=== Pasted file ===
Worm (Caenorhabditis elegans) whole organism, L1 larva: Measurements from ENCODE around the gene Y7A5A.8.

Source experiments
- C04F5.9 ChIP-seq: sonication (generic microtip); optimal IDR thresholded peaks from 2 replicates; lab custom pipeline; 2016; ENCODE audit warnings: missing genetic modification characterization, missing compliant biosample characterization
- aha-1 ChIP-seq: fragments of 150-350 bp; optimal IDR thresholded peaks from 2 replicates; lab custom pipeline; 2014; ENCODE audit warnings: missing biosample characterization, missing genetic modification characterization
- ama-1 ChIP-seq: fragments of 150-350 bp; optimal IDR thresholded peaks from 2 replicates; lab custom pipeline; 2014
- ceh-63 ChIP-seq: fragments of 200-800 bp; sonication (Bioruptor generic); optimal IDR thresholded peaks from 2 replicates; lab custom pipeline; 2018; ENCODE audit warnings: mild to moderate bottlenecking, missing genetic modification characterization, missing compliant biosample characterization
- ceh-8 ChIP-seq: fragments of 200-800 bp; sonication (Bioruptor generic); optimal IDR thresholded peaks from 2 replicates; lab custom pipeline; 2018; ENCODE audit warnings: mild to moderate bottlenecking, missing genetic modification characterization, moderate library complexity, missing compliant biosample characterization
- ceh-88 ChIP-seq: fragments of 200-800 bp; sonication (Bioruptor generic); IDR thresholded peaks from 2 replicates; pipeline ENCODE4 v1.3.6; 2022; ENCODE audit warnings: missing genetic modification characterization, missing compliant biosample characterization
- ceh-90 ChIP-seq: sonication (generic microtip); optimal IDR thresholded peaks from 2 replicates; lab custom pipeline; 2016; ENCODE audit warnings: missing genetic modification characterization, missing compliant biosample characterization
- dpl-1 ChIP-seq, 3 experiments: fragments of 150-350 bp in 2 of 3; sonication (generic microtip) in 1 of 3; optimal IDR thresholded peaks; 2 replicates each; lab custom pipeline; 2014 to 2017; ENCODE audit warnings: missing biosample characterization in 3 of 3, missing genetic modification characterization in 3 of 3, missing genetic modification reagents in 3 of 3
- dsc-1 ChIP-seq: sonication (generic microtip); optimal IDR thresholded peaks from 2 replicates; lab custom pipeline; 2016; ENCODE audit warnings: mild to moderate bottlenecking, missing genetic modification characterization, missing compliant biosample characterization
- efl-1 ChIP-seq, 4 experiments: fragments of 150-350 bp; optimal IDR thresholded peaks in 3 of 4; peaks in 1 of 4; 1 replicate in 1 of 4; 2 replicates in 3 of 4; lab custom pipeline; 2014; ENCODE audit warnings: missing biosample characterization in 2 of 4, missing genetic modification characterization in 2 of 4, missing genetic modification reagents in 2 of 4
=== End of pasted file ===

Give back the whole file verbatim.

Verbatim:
Worm (Caenorhabditis elegans) whole organism, L1 larva: Measurements from ENCODE around the gene Y7A5A.8.

Source experiments
- C04F5.9 ChIP-seq: sonication (generic microtip); optimal IDR thresholded peaks from 2 replicates; lab custom pipeline; 2016; ENCODE audit warnings: missing genetic modification characterization, missing compliant biosample characterization
- aha-1 ChIP-seq: fragments of 150-350 bp; optimal IDR thresholded peaks from 2 replicates; lab custom pipeline; 2014; ENCODE audit warnings: missing biosample characterization, missing genetic modification characterization
- ama-1 ChIP-seq: fragments of 150-350 bp; optimal IDR thresholded peaks from 2 replicates; lab custom pipeline; 2014
- ceh-63 ChIP-seq: fragments of 200-800 bp; sonication (Bioruptor generic); optimal IDR thresholded peaks from 2 replicates; lab custom pipeline; 2018; ENCODE audit warnings: mild to moderate bottlenecking, missing genetic modification characterization, missing compliant biosample characterization
- ceh-8 ChIP-seq: fragments of 200-800 bp; sonication (Bioruptor generic); optimal IDR thresholded peaks from 2 replicates; lab custom pipeline; 2018; ENCODE audit warnings: mild to moderate bottlenecking, missing genetic modification characterization, moderate library complexity, missing compliant biosample characterization
- ceh-88 ChIP-seq: fragments of 200-800 bp; sonication (Bioruptor generic); IDR thresholded peaks from 2 replicates; pipeline ENCODE4 v1.3.6; 2022; ENCODE audit warnings: missing genetic modification characterization, missing compliant biosample characterization
- ceh-90 ChIP-seq: sonication (generic microtip); optimal IDR thresholded peaks from 2 replicates; lab custom pipeline; 2016; ENCODE audit warnings: missing genetic modification characterization, missing compliant biosample characterization
- dpl-1 ChIP-seq, 3 experiments: fragments of 150-350 bp in 2 of 3; sonication (generic microtip) in 1 of 3; optimal IDR thresholded peaks; 2 replicates each; lab custom pipeline; 2014 to 2017; ENCODE audit warnings: missing biosample characterization in 3 of 3, missing genetic modification characterization in 3 of 3, missing genetic modification reagents in 3 of 3
- dsc-1 ChIP-seq: sonication (generic microtip); optimal IDR thresholded peaks from 2 replicates; lab custom pipeline; 2016; ENCODE audit warnings: mild to moderate bottlenecking, missing genetic modification characterization, missing compliant biosample characterization
- efl-1 ChIP-seq, 4 experiments: fragments of 150-350 bp; optimal IDR thresholded peaks in 3 of 4; peaks in 1 of 4; 1 replicate in 1 of 4; 2 replicates in 3 of 4; lab custom pipeline; 2014; ENCODE audit warnings: missing biosample characterization in 2 of 4, missing genetic modification characterization in 2 of 4, missing genetic modification reagents in 2 of 4